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The Northwest Passage - In the Wake of Great Explorers (Itinerary 2)

from

$17,233

per person

Overview

Experience the raw and daunting beauty of the Arctic on this rarely-travelled voyage. Our advanced expedition ship is one of the few capable of navigating the Passage in premium comfort for a true adventure.

from $17,233 per person

Into the Northwest Passage

We start off exploring lively Edmonton before flying to Cambridge Bay where our sea expedition begins into the Northwest Passage. Over the next seven days, we’ll explore the islands that dot this notoriously challenging territory, navigable only a few weeks of the year. Exactly what we’ll see and do depends on the sea ice and weather conditions.  

As we sail, you’ll pass spectacular ice cliffs and ice sculpted by the elements. Your Expedition Leader will pick locations for small boat cruising and escorted landings with the Expedition Team where possible, that may include Gjoa Haven, Fort Ross, Beechey Island, Radstock Bay, Dundas Harbor and Pond Inlet, where we’ll visit Thule and Inuit settlements and historic trading posts.  

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Itinerary

Enjoy the lively and colourful city of Edmonton on one of our Pre-programmes before your expedition begins.

In Inuinnaqtun, Cambridge Bay is called 'Iqaluktuuttiaq', meaning a 'good fishing place' for the giant char that is caught nearby. Local wildlife is abundant: seals, geese, muskoxen and caribou. This is where our expedition ends, and you will be transferred to the airport for your flight to Edmonton.

We aim to head into the heart of the Northwest Passage. Since the late 15th century, the search for this fabled seaway through the Canadian Arctic was a holy grail for hardy adventurers.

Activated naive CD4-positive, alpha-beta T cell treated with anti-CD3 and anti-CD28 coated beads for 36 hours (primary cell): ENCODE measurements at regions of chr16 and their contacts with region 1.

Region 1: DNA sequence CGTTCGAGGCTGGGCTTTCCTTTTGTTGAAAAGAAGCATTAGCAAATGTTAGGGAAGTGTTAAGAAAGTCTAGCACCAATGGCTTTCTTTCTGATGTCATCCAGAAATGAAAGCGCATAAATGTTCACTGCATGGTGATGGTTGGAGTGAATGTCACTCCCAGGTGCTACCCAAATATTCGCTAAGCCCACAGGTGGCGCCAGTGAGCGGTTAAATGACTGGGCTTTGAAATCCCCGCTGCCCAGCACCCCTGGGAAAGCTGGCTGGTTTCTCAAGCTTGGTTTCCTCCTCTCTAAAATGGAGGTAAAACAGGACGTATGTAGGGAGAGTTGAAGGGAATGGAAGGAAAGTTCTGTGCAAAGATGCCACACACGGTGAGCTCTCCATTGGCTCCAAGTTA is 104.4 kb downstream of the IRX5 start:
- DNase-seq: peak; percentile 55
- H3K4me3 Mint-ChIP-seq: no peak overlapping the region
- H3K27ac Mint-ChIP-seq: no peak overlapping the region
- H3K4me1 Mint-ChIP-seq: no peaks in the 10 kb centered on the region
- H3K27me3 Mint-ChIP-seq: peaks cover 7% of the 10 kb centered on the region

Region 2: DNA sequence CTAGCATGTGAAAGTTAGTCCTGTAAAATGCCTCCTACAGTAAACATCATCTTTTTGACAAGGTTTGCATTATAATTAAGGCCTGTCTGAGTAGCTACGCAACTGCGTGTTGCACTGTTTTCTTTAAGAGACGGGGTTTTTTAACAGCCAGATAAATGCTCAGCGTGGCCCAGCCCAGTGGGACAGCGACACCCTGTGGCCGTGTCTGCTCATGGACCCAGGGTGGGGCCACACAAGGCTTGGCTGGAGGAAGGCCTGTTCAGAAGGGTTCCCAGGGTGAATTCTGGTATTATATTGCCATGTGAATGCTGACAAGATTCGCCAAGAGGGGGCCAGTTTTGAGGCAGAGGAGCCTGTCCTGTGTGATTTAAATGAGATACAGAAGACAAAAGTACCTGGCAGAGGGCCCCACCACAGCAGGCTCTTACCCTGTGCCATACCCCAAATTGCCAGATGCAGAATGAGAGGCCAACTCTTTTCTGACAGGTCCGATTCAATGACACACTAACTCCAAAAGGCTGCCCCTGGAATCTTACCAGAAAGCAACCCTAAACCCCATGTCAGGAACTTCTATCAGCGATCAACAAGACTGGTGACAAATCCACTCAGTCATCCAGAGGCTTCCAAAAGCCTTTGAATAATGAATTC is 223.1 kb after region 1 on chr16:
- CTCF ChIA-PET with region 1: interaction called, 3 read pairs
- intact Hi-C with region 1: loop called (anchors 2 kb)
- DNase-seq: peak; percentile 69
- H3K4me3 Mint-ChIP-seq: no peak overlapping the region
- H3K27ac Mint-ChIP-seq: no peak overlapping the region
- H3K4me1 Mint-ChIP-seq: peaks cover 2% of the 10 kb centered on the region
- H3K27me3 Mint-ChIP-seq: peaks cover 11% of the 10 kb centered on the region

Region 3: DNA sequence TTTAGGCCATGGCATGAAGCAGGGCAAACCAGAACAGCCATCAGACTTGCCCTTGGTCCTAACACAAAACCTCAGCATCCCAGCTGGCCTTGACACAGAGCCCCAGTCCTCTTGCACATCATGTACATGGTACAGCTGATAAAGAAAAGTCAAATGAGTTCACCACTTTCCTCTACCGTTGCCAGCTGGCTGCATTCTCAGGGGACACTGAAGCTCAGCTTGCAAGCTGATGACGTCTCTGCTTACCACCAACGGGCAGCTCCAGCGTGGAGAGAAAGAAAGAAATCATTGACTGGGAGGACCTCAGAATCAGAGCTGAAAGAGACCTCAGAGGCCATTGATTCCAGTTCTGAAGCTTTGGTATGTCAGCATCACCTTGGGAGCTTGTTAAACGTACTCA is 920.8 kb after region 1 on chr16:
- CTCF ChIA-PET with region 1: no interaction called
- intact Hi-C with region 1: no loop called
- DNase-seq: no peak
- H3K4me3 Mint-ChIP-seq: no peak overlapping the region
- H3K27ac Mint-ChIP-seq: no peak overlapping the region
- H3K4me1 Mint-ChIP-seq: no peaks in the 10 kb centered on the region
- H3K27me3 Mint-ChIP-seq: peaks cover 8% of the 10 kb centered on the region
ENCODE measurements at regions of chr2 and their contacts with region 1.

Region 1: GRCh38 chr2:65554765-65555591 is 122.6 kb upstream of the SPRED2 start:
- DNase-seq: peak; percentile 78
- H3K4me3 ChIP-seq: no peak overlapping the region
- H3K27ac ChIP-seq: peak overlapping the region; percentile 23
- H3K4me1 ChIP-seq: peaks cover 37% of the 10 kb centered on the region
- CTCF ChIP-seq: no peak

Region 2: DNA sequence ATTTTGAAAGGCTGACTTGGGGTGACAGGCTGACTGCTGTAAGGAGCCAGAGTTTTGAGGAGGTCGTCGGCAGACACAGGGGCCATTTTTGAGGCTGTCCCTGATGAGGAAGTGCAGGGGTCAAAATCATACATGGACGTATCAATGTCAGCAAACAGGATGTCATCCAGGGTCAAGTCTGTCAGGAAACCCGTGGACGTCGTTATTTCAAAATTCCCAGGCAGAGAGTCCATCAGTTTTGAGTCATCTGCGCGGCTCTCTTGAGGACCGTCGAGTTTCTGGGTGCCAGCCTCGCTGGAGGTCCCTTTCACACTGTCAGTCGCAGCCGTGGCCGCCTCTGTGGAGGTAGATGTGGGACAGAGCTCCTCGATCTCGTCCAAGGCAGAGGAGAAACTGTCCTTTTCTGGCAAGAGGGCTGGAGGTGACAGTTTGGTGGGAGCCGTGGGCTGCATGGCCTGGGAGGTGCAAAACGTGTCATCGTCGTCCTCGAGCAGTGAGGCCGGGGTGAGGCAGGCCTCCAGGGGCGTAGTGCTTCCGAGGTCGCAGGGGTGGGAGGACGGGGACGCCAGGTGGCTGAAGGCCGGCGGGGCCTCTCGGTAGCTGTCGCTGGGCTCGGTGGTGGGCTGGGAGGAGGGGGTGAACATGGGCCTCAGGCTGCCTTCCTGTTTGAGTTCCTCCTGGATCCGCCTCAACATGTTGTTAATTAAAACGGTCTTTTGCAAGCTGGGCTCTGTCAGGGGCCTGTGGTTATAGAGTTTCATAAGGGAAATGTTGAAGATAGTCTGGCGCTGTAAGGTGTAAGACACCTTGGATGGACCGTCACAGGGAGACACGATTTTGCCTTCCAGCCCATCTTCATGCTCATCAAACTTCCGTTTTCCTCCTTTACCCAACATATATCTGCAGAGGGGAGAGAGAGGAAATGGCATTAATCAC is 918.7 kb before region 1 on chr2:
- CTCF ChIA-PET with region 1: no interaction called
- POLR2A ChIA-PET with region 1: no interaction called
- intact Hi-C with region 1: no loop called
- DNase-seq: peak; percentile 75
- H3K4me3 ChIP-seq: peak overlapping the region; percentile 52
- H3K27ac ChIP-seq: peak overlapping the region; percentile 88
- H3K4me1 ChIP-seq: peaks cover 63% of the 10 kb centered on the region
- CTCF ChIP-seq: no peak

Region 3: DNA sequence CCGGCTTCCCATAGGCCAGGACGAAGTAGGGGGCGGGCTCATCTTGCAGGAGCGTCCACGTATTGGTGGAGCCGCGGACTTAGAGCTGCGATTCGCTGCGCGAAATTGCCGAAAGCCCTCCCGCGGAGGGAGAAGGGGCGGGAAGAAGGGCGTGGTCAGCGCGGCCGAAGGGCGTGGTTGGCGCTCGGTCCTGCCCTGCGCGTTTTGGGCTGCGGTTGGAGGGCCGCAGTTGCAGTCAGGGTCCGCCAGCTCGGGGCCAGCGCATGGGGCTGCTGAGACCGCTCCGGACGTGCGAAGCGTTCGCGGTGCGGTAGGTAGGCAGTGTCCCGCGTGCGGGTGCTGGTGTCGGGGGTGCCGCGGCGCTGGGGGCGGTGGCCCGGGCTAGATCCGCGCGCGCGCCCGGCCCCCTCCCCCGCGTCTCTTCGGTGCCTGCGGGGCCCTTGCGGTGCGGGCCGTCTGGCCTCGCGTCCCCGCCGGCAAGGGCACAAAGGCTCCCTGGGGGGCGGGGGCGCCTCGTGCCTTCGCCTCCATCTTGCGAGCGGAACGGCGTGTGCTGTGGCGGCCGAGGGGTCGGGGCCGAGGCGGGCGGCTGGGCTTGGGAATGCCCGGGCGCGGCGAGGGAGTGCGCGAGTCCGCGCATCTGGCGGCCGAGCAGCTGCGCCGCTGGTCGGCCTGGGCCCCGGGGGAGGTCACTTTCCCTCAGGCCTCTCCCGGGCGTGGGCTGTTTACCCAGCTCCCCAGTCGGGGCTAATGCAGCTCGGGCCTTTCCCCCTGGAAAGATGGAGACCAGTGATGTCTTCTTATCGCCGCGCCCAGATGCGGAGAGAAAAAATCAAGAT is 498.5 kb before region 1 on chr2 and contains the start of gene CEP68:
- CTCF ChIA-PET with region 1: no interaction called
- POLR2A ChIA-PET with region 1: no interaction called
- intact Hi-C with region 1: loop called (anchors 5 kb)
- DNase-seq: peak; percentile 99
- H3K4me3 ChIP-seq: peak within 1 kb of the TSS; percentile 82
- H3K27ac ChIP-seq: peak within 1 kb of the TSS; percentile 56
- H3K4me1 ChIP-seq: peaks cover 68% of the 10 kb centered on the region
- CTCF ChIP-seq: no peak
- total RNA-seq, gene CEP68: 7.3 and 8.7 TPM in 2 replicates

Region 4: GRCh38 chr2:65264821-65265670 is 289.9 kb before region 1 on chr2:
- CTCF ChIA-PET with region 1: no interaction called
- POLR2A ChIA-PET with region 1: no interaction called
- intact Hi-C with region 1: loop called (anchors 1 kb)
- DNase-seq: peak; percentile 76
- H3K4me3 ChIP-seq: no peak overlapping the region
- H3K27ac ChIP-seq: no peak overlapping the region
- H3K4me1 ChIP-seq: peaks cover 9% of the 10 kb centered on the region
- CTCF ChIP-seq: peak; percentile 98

The first recorded voyage was led by John Cabot in 1497. James Cook attempted but failed to sail the Passage in 1776, and many are already familiar with the ill-fated Franklin expedition of 1845. The first to conquer the Passage by ship was Norwegian explorer Roald Amundsen on an expedition that lasted from 1903 to 1906.

The sea ice varies from year to year and every expedition here is unique. We hope to be able to show you some of the following places:

Gjoa Haven honours the Norwegian explorer Roald Amundsen, who wintered here from 1903 on the Gjøa expedition. He called the place 'the finest little harbour in the world.' He learned a great deal from local Netslik Inuit people about survival and travel in polar regions. These skills were instrumental in helping Amundsen be the first to reach the South Pole almost a decade later.

Fort Ross was established in 1937. There are two small huts ashore maintained by the Canadian Coast Guard, and occasionally used by the local Inuit for shelter. It was one of several Hudson’s Bay Company trading posts in the Canadian Arctic.

Beechey Island is closely linked to the history of exploration of the Northwest Passage, particularly the voyage led by Sir John Franklin, whose two ships sailed into the passage in 1845, but never returned. It is known that the Franklin Expedition over-wintered here in 1845 and three of his men are buried here.

Radstock Bay is dominated by the rock of Caswell Tower. The shoreline here is excellent for short walks to a pre-historic Inuit site. Caswell Tower itself features a challenging hike to the summit for great views.

Dundas Harbour is an abandoned settlement with an old Royal Canadian Mounted Police camp and Hudson Bay Company trading post, together with several archaeological sites from the Thule period.

Set on the picturesque Eclipse Sound with Bylot Island in the distance, Pond Inlet, called 'Mittimatalik' in Inuktitut, is a traditional Inuit community on Baffin Island. Pond Inlet is surrounded by mountain ranges, with glaciers, scenic fjords, ice caves, geological hoodoos and drifting icebergs to marvel at.

Throughout the journey, we will be sailing spell-bindingly scenic straits and on the constant look out for wildlife such as the mighty polar bear.

We have left Canada behind and now set course for Greenland. While sailing across Baffin Bay, you can continue to enjoy informative lectures presented by the Expedition Team. Their topics may include wildlife you might see in Greenland, Greenlandic culture, expedition photography, geology, and historic explorers.  

 If you feel like getting active, you can hit the gym and get your pulse up. You’ll also have access to a sauna and two outdoor hot tubs. Drinks can be enjoyed in the panoramic Explorer Lounge & Bar too, while settling into a sofa and watching the rhythmic ocean waves roll by outside.